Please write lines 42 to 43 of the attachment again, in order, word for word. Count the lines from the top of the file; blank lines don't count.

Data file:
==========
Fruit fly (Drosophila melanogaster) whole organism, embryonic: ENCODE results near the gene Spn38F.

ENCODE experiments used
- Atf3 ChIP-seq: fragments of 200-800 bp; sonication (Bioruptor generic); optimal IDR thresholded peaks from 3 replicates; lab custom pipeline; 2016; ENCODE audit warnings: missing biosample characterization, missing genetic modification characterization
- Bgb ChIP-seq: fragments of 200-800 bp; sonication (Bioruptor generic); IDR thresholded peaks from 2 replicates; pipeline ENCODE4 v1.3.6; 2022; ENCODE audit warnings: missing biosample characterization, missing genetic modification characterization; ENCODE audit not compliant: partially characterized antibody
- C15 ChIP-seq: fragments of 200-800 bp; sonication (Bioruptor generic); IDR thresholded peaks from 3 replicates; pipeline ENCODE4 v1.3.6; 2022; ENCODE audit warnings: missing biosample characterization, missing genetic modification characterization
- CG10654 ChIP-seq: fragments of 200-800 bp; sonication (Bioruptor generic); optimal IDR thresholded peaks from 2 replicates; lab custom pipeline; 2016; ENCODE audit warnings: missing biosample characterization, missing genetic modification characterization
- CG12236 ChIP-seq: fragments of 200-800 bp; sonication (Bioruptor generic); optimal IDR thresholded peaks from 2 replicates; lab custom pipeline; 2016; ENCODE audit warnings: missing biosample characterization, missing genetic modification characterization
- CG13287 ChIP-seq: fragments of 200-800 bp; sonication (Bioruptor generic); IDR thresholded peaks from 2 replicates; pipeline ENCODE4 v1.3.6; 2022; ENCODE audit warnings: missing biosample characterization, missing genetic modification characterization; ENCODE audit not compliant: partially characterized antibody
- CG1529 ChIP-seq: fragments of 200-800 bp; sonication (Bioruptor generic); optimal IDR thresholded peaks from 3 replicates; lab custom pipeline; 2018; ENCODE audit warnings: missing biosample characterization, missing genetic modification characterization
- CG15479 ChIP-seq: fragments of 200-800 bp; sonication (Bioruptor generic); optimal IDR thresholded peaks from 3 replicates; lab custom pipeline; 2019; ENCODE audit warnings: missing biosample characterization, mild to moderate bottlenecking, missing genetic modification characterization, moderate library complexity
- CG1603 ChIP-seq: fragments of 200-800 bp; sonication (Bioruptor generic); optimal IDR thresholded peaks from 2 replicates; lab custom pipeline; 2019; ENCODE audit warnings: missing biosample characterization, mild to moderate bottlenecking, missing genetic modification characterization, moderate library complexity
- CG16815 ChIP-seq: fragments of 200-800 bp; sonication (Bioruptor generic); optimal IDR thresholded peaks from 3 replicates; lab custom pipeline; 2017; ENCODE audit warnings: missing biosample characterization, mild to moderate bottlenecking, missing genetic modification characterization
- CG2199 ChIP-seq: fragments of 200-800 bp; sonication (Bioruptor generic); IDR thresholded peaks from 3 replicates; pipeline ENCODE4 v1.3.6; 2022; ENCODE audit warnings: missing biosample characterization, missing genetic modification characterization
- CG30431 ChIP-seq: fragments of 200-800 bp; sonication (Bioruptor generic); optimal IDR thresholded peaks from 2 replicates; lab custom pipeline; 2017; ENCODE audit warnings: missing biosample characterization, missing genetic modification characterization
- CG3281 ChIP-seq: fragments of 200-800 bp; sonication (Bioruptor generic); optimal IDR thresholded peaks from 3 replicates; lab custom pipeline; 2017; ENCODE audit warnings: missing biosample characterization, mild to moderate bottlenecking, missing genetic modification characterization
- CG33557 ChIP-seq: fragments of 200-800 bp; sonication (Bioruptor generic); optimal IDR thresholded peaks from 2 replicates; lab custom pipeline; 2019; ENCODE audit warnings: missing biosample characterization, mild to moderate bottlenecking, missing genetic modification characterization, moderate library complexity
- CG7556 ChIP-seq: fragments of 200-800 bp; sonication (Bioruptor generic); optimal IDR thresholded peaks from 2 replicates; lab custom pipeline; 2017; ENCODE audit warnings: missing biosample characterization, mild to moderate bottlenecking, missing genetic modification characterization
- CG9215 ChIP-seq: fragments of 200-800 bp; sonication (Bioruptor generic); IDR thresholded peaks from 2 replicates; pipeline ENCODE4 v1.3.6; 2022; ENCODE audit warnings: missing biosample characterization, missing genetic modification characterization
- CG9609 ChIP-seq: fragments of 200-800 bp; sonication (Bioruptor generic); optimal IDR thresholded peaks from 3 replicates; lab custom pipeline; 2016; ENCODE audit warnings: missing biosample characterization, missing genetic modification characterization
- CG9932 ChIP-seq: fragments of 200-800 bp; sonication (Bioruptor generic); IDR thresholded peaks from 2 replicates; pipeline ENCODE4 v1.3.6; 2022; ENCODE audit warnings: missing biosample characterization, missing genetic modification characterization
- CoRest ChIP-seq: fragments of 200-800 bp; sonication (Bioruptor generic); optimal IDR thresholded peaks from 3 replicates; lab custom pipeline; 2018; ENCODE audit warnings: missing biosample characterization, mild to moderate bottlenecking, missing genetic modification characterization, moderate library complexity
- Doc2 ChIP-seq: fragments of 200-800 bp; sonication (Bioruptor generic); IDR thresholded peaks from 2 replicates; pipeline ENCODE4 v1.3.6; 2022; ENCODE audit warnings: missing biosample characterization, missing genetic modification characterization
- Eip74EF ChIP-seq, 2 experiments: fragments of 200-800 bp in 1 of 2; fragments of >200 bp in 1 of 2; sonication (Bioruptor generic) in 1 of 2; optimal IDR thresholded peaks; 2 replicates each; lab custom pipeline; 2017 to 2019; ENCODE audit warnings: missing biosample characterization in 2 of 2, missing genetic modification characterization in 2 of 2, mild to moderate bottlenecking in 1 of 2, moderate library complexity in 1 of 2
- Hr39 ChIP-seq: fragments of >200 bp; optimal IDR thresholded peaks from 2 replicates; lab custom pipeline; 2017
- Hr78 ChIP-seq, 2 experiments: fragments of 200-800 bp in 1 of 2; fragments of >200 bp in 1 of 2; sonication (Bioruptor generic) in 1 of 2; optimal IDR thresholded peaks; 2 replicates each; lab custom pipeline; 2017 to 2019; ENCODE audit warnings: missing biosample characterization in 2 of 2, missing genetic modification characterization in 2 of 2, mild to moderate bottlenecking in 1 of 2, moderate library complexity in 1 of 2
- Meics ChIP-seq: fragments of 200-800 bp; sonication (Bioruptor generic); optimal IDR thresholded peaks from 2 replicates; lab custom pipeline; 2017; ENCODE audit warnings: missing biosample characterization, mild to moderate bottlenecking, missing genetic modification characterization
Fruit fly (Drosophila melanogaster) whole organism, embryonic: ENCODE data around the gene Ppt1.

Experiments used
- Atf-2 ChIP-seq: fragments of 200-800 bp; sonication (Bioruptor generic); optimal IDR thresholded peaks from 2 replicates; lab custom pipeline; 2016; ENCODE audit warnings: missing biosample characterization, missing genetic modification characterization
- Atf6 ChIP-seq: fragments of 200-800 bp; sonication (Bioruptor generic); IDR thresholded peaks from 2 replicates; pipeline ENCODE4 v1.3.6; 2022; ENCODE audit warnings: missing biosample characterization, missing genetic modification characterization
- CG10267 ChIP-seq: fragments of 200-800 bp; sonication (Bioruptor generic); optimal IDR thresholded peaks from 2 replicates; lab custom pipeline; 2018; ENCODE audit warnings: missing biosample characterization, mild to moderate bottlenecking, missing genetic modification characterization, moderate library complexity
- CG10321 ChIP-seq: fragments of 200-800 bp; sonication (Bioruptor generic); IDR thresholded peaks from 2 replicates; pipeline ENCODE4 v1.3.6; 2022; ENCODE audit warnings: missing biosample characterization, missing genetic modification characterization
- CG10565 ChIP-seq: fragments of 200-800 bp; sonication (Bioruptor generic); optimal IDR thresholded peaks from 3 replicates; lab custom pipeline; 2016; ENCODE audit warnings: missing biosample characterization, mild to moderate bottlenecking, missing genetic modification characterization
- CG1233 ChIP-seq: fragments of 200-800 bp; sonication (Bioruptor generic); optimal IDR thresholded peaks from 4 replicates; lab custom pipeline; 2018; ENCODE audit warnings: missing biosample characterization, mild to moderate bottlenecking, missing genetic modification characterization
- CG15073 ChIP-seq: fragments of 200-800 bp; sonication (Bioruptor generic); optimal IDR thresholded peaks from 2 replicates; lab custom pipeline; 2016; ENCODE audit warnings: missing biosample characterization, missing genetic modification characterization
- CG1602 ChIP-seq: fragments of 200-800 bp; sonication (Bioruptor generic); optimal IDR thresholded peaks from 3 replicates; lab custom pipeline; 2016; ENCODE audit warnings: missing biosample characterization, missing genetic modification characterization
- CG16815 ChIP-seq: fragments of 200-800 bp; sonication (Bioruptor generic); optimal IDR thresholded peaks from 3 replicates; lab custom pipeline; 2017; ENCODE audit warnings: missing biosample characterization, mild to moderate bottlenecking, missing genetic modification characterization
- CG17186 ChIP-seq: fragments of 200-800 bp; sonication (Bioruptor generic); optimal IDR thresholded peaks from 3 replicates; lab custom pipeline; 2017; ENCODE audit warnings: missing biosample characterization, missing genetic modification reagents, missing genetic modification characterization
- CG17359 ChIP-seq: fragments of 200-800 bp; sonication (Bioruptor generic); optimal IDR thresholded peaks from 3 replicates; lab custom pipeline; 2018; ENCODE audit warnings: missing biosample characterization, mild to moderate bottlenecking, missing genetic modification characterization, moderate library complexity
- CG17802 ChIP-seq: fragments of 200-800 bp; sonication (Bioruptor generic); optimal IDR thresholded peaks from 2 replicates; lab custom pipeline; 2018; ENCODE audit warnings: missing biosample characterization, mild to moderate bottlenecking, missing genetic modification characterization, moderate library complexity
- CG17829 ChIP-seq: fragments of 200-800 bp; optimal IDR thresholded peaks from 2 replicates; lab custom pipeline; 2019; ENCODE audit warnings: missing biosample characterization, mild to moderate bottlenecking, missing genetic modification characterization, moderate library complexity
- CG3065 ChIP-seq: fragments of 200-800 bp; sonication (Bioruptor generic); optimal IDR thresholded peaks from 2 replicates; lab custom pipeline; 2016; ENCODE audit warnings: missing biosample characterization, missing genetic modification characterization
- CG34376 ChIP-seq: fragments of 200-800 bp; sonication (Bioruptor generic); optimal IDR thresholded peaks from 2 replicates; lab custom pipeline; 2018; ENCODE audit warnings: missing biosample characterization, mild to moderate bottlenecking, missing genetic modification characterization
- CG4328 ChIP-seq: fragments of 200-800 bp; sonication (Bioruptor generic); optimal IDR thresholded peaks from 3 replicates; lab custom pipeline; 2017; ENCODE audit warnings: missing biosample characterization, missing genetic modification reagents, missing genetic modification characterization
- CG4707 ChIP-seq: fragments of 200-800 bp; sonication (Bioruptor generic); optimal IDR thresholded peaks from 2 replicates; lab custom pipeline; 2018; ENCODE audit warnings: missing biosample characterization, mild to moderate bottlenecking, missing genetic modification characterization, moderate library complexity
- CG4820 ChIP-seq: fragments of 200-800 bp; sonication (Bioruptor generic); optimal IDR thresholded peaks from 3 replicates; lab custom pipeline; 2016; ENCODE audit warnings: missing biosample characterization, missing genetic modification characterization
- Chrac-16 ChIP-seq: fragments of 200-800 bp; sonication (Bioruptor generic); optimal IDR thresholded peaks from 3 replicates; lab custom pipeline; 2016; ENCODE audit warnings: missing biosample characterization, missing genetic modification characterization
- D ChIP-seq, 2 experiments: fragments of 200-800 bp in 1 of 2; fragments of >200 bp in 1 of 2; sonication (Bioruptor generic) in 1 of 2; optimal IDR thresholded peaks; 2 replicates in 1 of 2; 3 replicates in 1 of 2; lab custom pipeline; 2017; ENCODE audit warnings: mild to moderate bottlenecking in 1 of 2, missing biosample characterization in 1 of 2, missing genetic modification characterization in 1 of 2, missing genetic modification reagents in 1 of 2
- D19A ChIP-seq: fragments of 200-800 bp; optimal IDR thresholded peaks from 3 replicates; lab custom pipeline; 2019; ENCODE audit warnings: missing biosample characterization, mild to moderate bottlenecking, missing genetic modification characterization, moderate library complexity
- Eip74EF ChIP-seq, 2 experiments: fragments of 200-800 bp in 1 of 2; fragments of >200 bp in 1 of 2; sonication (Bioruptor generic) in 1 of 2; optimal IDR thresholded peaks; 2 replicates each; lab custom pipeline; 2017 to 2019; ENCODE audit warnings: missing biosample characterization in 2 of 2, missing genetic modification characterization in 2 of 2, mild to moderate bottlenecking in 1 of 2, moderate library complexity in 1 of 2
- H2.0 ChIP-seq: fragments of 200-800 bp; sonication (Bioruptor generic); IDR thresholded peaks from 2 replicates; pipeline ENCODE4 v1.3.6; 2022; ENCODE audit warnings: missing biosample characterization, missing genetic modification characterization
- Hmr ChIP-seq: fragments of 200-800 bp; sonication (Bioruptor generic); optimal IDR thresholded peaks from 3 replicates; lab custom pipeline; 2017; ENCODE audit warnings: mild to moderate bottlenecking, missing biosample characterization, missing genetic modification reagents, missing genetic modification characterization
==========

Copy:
- CG3065 ChIP-seq: fragments of 200-800 bp; sonication (Bioruptor generic); optimal IDR thresholded peaks from 2 replicates; lab custom pipeline; 2016; ENCODE audit warnings: missing biosample characterization, missing genetic modification characterization
- CG34376 ChIP-seq: fragments of 200-800 bp; sonication (Bioruptor generic); optimal IDR thresholded peaks from 2 replicates; lab custom pipeline; 2018; ENCODE audit warnings: missing biosample characterization, mild to moderate bottlenecking, missing genetic modification characterization